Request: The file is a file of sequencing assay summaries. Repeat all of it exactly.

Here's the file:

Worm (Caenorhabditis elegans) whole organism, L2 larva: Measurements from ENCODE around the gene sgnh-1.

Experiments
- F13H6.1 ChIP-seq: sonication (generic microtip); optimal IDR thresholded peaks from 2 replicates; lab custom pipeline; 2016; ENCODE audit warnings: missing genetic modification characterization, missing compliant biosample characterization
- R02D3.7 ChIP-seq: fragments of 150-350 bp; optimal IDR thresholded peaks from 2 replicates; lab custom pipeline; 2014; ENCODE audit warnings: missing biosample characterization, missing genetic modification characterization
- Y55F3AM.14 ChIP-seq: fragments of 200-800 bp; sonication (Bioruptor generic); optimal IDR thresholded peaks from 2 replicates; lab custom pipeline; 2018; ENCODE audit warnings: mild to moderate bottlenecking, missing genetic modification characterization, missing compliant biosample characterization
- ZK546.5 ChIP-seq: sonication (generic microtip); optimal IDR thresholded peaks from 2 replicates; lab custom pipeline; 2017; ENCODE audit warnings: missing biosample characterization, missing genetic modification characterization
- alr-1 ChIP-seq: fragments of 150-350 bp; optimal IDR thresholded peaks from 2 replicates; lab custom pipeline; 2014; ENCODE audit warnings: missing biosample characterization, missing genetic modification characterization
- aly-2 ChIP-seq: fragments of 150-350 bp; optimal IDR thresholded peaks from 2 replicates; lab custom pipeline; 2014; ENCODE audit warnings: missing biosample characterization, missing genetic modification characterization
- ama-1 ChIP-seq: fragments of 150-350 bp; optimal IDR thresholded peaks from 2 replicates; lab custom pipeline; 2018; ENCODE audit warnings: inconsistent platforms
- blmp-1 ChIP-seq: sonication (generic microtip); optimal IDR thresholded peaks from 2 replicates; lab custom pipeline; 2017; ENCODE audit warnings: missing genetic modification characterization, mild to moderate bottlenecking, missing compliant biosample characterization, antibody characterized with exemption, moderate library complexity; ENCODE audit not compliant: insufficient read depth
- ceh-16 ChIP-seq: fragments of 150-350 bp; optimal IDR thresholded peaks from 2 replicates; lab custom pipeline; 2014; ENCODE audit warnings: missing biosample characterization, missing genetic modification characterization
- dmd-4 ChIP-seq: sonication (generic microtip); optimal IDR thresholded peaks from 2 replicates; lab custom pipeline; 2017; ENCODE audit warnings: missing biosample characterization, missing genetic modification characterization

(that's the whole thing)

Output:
Worm (Caenorhabditis elegans) whole organism, L2 larva: Measurements from ENCODE around the gene sgnh-1.

Experiments
- F13H6.1 ChIP-seq: sonication (generic microtip); optimal IDR thresholded peaks from 2 replicates; lab custom pipeline; 2016; ENCODE audit warnings: missing genetic modification characterization, missing compliant biosample characterization
- R02D3.7 ChIP-seq: fragments of 150-350 bp; optimal IDR thresholded peaks from 2 replicates; lab custom pipeline; 2014; ENCODE audit warnings: missing biosample characterization, missing genetic modification characterization
- Y55F3AM.14 ChIP-seq: fragments of 200-800 bp; sonication (Bioruptor generic); optimal IDR thresholded peaks from 2 replicates; lab custom pipeline; 2018; ENCODE audit warnings: mild to moderate bottlenecking, missing genetic modification characterization, missing compliant biosample characterization
- ZK546.5 ChIP-seq: sonication (generic microtip); optimal IDR thresholded peaks from 2 replicates; lab custom pipeline; 2017; ENCODE audit warnings: missing biosample characterization, missing genetic modification characterization
- alr-1 ChIP-seq: fragments of 150-350 bp; optimal IDR thresholded peaks from 2 replicates; lab custom pipeline; 2014; ENCODE audit warnings: missing biosample characterization, missing genetic modification characterization
- aly-2 ChIP-seq: fragments of 150-350 bp; optimal IDR thresholded peaks from 2 replicates; lab custom pipeline; 2014; ENCODE audit warnings: missing biosample characterization, missing genetic modification characterization
- ama-1 ChIP-seq: fragments of 150-350 bp; optimal IDR thresholded peaks from 2 replicates; lab custom pipeline; 2018; ENCODE audit warnings: inconsistent platforms
- blmp-1 ChIP-seq: sonication (generic microtip); optimal IDR thresholded peaks from 2 replicates; lab custom pipeline; 2017; ENCODE audit warnings: missing genetic modification characterization, mild to moderate bottlenecking, missing compliant biosample characterization, antibody characterized with exemption, moderate library complexity; ENCODE audit not compliant: insufficient read depth
- ceh-16 ChIP-seq: fragments of 150-350 bp; optimal IDR thresholded peaks from 2 replicates; lab custom pipeline; 2014; ENCODE audit warnings: missing biosample characterization, missing genetic modification characterization
- dmd-4 ChIP-seq: sonication (generic microtip); optimal IDR thresholded peaks from 2 replicates; lab custom pipeline; 2017; ENCODE audit warnings: missing biosample characterization, missing genetic modification characterization